Tuesday, September 6, 2011
The Byzantine Omelette by Saki
The story is about Sophie Chattel-Monkheim, a socialist from the upper-class. When a Duke visits her, she hires an omelette specialist. The said omelette specialist happens to be a strike-breaker, and, when her household servants find about this, they go on strike, as well.
I know the term “upper-class socialist” sounds like an oxymoron, but that’s what makes this story so fun. Sophie has a lot of ideas about equality between the classes and hating royalty, but, when a Duke stays at her house, she bends over backward just to please him.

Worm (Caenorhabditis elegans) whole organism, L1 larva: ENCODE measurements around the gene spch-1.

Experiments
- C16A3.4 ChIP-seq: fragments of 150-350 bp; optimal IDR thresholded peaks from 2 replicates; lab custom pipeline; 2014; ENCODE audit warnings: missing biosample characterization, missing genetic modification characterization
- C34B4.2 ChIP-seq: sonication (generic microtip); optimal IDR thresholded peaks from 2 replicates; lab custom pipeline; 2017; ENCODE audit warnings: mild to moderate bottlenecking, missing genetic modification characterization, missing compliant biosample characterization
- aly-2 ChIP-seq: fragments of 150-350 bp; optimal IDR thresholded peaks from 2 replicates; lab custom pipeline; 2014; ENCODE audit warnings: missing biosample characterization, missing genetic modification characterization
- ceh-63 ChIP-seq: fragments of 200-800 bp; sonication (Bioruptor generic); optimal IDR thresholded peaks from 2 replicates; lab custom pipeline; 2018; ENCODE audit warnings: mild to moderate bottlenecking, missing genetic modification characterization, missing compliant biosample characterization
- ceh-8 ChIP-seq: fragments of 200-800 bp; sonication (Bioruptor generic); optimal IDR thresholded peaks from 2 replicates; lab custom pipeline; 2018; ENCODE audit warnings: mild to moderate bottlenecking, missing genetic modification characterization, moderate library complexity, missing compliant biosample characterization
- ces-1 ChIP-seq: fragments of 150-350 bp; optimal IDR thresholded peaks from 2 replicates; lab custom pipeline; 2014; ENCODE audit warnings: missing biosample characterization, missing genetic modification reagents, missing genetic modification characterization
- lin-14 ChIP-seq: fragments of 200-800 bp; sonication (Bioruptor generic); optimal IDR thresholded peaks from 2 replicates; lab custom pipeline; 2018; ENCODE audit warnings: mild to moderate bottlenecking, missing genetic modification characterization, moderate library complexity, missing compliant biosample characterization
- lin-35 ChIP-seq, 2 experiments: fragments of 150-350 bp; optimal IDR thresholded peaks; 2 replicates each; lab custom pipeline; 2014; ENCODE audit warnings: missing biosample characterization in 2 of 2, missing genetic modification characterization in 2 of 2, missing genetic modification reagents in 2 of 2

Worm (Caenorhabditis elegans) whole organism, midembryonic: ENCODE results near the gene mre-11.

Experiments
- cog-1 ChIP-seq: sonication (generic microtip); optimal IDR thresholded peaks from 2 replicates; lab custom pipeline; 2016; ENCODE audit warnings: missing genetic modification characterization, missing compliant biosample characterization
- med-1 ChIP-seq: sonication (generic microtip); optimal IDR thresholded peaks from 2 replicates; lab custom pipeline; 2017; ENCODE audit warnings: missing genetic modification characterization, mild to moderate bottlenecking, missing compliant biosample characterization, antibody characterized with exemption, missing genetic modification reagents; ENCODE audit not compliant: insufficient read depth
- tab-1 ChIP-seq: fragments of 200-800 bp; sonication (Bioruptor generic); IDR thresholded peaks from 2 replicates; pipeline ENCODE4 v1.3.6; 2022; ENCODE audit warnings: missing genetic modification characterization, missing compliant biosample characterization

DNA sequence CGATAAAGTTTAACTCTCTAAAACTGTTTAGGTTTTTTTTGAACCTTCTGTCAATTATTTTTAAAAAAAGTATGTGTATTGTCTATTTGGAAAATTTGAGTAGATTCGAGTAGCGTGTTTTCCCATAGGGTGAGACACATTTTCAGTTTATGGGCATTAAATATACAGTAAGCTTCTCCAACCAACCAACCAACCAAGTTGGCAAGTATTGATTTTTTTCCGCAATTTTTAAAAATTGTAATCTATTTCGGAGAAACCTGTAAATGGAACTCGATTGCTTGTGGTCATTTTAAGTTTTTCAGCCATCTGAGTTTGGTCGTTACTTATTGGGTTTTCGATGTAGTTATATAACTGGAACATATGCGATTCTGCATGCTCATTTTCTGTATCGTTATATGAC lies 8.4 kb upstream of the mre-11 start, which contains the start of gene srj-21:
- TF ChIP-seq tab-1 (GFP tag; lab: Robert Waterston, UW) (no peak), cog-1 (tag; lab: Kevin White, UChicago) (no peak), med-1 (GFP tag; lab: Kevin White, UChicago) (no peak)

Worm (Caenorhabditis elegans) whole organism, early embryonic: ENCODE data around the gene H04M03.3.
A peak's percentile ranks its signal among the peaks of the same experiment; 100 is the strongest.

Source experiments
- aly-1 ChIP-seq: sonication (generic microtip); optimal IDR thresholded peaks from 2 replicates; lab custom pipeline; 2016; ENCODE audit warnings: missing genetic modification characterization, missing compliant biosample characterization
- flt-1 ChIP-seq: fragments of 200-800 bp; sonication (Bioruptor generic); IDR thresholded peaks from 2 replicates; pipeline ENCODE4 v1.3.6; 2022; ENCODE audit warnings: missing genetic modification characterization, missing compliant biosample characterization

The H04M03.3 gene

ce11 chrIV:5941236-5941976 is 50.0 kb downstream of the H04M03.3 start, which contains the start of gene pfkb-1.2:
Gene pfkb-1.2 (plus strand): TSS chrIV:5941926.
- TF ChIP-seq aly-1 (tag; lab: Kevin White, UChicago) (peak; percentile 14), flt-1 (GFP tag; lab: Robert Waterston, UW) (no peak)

Sophie, I think, is an excellent symbol for Saki’s views on human nature. We’re all a jumble of contradictions. A person can be innocent and malicious at the same time. We can be naïve with a hard edge.
The Byzantine Omelette was a fun read, and I can’t wait to read more Saki short stories. I still can’t decide, though, who’s the better writer between him and O. Henry.
You can read it here.